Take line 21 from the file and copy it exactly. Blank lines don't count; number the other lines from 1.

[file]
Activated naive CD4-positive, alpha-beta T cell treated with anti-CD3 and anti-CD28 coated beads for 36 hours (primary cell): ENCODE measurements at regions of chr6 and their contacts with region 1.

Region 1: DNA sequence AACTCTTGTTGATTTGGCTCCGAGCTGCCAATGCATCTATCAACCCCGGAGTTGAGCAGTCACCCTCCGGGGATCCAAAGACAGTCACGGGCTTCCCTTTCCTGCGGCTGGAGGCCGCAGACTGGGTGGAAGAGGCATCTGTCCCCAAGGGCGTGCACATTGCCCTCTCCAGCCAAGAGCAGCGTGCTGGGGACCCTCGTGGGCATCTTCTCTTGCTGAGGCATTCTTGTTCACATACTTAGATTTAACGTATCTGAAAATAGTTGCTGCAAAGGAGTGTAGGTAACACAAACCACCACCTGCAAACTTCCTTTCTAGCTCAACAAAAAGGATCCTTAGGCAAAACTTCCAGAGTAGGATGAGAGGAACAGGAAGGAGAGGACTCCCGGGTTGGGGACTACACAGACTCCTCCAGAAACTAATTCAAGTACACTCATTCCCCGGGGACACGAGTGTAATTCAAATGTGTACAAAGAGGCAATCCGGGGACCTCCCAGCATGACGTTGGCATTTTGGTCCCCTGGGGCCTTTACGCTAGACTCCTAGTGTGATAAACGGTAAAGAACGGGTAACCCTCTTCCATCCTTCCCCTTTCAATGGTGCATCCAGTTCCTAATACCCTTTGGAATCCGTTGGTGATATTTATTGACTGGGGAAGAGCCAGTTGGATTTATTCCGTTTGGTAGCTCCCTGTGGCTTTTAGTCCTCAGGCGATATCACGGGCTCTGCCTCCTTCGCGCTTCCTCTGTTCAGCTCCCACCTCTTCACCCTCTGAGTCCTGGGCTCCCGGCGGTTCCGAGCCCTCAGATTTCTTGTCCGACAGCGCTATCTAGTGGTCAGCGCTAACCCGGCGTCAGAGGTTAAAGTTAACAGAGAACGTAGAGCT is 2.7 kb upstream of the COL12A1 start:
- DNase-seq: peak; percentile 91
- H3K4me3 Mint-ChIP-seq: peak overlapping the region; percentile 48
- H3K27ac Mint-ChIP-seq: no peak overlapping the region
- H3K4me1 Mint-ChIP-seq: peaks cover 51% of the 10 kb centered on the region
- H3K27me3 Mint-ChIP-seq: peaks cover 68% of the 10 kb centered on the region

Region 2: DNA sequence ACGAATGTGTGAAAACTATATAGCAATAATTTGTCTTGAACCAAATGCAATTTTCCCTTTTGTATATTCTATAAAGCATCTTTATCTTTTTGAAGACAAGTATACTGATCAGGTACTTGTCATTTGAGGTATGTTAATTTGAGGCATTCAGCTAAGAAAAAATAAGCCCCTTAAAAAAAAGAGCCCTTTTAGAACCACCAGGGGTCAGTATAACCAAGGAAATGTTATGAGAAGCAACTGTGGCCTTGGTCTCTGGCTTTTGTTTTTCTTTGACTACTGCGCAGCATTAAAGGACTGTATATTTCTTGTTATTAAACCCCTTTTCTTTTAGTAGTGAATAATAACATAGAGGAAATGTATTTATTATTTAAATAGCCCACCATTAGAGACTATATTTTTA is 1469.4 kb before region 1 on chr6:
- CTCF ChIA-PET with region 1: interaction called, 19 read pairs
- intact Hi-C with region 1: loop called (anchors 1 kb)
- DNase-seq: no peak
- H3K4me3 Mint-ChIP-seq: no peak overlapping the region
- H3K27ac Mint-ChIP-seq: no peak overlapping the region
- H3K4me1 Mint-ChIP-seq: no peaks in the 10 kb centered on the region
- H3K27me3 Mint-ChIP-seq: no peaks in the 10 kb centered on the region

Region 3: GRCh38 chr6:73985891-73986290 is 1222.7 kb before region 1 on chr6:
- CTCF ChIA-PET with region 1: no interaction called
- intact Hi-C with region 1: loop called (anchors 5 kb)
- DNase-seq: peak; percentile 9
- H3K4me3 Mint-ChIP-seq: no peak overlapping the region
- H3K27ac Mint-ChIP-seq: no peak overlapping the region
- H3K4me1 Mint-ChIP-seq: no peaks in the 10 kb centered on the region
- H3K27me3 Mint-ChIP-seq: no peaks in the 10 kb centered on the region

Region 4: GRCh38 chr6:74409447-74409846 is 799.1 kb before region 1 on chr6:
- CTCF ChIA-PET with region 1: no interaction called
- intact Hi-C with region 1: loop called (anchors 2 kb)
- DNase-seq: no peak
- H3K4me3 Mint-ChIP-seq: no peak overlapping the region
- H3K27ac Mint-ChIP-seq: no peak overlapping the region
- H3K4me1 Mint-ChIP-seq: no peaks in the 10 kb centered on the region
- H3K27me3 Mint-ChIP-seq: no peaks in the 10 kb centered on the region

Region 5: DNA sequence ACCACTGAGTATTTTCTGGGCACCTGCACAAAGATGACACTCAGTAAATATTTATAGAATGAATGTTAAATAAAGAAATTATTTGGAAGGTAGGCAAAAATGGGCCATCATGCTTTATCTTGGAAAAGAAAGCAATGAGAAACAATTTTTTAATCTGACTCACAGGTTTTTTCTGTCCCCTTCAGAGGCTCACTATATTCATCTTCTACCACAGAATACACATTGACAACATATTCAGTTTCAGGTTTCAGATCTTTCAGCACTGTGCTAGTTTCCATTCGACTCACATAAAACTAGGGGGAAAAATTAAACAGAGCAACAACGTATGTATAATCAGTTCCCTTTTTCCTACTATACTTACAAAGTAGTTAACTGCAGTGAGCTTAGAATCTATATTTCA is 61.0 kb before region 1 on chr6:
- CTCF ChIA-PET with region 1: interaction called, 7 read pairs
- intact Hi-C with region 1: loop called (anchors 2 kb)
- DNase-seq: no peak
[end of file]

- H3K27ac Mint-ChIP-seq: no peak overlapping the region